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Cattle detection and counting using unmanned aerial vehicles

Grant number: 18/12845-9
Support type:Research Grants - eScience and Data Science Program - Regular Program Grants
Duration: February 01, 2019 - January 31, 2021
Field of knowledge:Physical Sciences and Mathematics - Computer Science
Principal Investigator:Jayme Garcia Arnal Barbedo
Grantee:Jayme Garcia Arnal Barbedo
Home Institution: Embrapa Informática Agropecuária. Empresa Brasileira de Pesquisa Agropecuária (EMBRAPA). Ministério da Agricultura, Pecuária e Abastecimento (Brasil). Campinas , SP, Brazil
Assoc. researchers:Andréa Roberto Bueno Ribeiro ; Inácio Henrique Yano ; Luciano Vieira Koenigkan ; Maria Fernanda Moura ; Patricia Menezes Santos ; Romis Ribeiro de Faissol Attux ; Thiago Teixeira Santos

Abstract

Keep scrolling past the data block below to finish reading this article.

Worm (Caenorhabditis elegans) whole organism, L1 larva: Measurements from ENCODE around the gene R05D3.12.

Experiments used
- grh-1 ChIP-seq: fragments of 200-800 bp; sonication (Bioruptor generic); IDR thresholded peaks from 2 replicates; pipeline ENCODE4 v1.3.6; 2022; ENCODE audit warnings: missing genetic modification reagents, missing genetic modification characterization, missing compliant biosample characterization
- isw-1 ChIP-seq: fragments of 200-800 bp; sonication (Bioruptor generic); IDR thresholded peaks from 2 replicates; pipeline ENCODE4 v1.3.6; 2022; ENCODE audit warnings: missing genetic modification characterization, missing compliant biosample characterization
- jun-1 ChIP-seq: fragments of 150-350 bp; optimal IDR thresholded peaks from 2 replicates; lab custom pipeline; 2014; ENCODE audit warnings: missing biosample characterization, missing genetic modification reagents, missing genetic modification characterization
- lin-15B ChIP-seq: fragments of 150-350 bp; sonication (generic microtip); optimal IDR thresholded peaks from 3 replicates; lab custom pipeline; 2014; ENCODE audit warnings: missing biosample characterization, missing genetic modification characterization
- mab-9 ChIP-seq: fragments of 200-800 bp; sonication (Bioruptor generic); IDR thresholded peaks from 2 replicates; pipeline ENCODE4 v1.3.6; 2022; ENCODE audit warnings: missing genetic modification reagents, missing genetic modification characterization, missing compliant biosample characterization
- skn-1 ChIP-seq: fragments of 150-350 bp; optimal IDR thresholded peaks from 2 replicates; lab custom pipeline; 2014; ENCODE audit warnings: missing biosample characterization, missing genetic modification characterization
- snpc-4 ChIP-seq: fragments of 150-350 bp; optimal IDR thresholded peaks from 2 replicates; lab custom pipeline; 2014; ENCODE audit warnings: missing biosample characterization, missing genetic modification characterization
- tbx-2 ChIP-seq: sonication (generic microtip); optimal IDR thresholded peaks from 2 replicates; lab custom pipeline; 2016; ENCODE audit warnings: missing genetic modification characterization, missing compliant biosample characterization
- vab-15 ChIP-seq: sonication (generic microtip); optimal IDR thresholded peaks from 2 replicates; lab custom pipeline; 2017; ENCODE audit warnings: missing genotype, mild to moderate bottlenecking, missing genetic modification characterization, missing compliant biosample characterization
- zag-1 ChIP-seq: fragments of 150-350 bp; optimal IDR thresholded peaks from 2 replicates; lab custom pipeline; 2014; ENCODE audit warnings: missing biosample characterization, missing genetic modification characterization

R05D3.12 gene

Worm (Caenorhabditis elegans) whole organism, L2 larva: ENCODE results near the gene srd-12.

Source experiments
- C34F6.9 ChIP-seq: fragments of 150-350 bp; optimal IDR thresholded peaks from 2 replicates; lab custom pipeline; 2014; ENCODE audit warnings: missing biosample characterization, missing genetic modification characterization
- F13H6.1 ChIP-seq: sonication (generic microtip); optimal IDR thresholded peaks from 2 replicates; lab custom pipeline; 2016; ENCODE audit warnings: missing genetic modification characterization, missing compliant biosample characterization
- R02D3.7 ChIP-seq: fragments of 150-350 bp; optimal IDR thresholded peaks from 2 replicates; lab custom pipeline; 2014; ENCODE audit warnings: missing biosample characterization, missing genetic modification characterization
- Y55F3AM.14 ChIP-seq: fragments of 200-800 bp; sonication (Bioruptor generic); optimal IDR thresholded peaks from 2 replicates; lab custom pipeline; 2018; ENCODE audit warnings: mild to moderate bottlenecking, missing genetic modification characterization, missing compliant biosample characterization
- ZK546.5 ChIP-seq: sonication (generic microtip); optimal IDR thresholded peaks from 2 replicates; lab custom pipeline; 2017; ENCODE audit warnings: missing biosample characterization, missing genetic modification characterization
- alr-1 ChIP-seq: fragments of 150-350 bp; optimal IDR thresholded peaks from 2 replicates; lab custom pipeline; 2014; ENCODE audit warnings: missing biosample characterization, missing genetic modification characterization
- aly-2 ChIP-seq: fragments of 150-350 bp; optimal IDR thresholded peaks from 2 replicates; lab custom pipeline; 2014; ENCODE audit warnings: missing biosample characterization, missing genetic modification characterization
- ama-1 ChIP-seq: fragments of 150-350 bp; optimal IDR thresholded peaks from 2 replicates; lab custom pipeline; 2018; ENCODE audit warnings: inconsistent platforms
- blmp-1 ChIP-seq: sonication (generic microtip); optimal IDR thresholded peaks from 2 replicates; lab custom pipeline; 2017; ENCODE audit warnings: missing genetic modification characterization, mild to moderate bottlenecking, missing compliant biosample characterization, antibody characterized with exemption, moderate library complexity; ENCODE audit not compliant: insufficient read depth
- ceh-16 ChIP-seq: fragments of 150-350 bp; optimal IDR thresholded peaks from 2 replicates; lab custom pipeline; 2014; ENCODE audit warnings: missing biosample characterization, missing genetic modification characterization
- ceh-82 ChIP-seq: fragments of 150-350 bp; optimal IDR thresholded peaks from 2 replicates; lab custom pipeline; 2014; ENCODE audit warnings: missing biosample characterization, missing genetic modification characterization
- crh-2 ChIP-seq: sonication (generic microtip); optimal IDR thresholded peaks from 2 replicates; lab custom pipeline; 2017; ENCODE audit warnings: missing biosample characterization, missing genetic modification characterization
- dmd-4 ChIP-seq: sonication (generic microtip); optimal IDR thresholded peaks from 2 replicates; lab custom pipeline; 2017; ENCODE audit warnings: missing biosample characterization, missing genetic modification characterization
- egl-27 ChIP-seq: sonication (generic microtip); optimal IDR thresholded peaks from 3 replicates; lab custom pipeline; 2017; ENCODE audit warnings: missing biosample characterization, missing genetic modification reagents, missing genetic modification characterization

Monitoring livestock population is an essential part of the farm management. However, this may not be a trivial task, especially in large properties adopting extensive stockbreeding, which is common in countries like Brazil. In this context, aerial surveys arise as a potential solution. Satellite images are not well suited for this task because most sensors do not have enough spatial resolution to resolve individual animals, and cloud contamination can obscure features of interest. Using manned aircraft for surveying cattle farms, although technically feasible, has a number of drawbacks associated, such as operation costs, noise levels, and risk of accidents. Unmanned aerial systems (UAS), although often pointed out as a potential solution for the problem, are still not being successfully used with this purpose. In this context, this project aims at investigating technical and practical factors that prevent a more effective use of UAS for livestock monitoring, having two goals in mind: 1) to develop a methodology for surveying livestock using UAS equipped with visible spectrum cameras; 2) to propose a new algorithm to automatically recognize and count cattle in the images captured using the suggested methodology. Two distinct approaches will be investigated, the first using a conventional camera and the second using a 360 degree camera. The main difference between both methodologies is that the first usually requires multiple flights to cover large areas, while the second may be able to image much larger regions with a single flight, at the cost of losing resolvability, as animals are farther away from the camera. In order to achieve the project's goals, the team of researchers includes people with vast experience in image processing, machine learning, unmanned aerial vehicles, software development and animal behavior. The project will produce advancements in computer science, in the form of a new image-based algorithm for animal detection, and in animal management, in the form of a new methodology for cattle counting using UAS. This methodology may also be used in the future to address other aspects of cattle monitoring, such as animal health, body measurements, etc. (AU)